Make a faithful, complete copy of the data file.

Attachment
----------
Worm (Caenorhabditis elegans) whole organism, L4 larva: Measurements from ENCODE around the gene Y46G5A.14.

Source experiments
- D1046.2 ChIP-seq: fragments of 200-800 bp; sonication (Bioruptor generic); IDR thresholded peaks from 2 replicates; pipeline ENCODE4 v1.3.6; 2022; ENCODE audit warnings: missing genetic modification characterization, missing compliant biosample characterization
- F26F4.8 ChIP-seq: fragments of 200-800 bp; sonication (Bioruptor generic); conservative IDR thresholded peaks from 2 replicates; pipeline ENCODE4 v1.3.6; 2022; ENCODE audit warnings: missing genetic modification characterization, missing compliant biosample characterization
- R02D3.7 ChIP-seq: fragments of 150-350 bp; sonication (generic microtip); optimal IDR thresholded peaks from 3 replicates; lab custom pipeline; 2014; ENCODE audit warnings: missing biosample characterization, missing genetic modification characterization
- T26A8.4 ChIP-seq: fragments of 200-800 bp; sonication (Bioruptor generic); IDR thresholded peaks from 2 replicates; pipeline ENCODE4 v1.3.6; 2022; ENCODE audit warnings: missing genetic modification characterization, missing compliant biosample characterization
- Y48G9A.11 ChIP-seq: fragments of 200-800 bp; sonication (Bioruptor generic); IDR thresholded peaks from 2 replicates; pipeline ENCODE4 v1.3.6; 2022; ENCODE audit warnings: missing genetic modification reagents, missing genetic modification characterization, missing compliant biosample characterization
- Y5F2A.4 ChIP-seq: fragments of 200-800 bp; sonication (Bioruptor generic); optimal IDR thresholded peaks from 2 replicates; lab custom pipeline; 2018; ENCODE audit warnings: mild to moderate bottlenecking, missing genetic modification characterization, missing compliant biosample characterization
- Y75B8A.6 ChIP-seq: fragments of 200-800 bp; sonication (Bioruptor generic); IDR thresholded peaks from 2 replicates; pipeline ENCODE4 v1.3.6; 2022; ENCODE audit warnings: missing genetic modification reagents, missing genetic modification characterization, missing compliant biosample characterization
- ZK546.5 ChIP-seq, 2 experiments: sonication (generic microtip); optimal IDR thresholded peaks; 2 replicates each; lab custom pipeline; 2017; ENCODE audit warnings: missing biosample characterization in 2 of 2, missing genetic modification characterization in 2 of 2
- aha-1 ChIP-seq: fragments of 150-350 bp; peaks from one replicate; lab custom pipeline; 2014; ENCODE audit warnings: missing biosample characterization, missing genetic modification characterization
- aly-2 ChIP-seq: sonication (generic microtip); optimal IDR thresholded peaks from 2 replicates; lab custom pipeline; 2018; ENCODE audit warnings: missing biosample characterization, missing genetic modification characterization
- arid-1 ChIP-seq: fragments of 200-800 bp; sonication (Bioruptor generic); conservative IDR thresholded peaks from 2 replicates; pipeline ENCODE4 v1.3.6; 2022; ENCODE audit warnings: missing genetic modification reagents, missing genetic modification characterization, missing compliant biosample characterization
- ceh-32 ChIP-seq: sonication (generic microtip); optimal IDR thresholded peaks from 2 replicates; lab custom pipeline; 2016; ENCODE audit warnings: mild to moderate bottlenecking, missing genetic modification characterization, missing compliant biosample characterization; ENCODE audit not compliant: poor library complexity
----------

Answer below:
Worm (Caenorhabditis elegans) whole organism, L4 larva: Measurements from ENCODE around the gene Y46G5A.14.

Source experiments
- D1046.2 ChIP-seq: fragments of 200-800 bp; sonication (Bioruptor generic); IDR thresholded peaks from 2 replicates; pipeline ENCODE4 v1.3.6; 2022; ENCODE audit warnings: missing genetic modification characterization, missing compliant biosample characterization
- F26F4.8 ChIP-seq: fragments of 200-800 bp; sonication (Bioruptor generic); conservative IDR thresholded peaks from 2 replicates; pipeline ENCODE4 v1.3.6; 2022; ENCODE audit warnings: missing genetic modification characterization, missing compliant biosample characterization
- R02D3.7 ChIP-seq: fragments of 150-350 bp; sonication (generic microtip); optimal IDR thresholded peaks from 3 replicates; lab custom pipeline; 2014; ENCODE audit warnings: missing biosample characterization, missing genetic modification characterization
- T26A8.4 ChIP-seq: fragments of 200-800 bp; sonication (Bioruptor generic); IDR thresholded peaks from 2 replicates; pipeline ENCODE4 v1.3.6; 2022; ENCODE audit warnings: missing genetic modification characterization, missing compliant biosample characterization
- Y48G9A.11 ChIP-seq: fragments of 200-800 bp; sonication (Bioruptor generic); IDR thresholded peaks from 2 replicates; pipeline ENCODE4 v1.3.6; 2022; ENCODE audit warnings: missing genetic modification reagents, missing genetic modification characterization, missing compliant biosample characterization
- Y5F2A.4 ChIP-seq: fragments of 200-800 bp; sonication (Bioruptor generic); optimal IDR thresholded peaks from 2 replicates; lab custom pipeline; 2018; ENCODE audit warnings: mild to moderate bottlenecking, missing genetic modification characterization, missing compliant biosample characterization
- Y75B8A.6 ChIP-seq: fragments of 200-800 bp; sonication (Bioruptor generic); IDR thresholded peaks from 2 replicates; pipeline ENCODE4 v1.3.6; 2022; ENCODE audit warnings: missing genetic modification reagents, missing genetic modification characterization, missing compliant biosample characterization
- ZK546.5 ChIP-seq, 2 experiments: sonication (generic microtip); optimal IDR thresholded peaks; 2 replicates each; lab custom pipeline; 2017; ENCODE audit warnings: missing biosample characterization in 2 of 2, missing genetic modification characterization in 2 of 2
- aha-1 ChIP-seq: fragments of 150-350 bp; peaks from one replicate; lab custom pipeline; 2014; ENCODE audit warnings: missing biosample characterization, missing genetic modification characterization
- aly-2 ChIP-seq: sonication (generic microtip); optimal IDR thresholded peaks from 2 replicates; lab custom pipeline; 2018; ENCODE audit warnings: missing biosample characterization, missing genetic modification characterization
- arid-1 ChIP-seq: fragments of 200-800 bp; sonication (Bioruptor generic); conservative IDR thresholded peaks from 2 replicates; pipeline ENCODE4 v1.3.6; 2022; ENCODE audit warnings: missing genetic modification reagents, missing genetic modification characterization, missing compliant biosample characterization
- ceh-32 ChIP-seq: sonication (generic microtip); optimal IDR thresholded peaks from 2 replicates; lab custom pipeline; 2016; ENCODE audit warnings: mild to moderate bottlenecking, missing genetic modification characterization, missing compliant biosample characterization; ENCODE audit not compliant: poor library complexity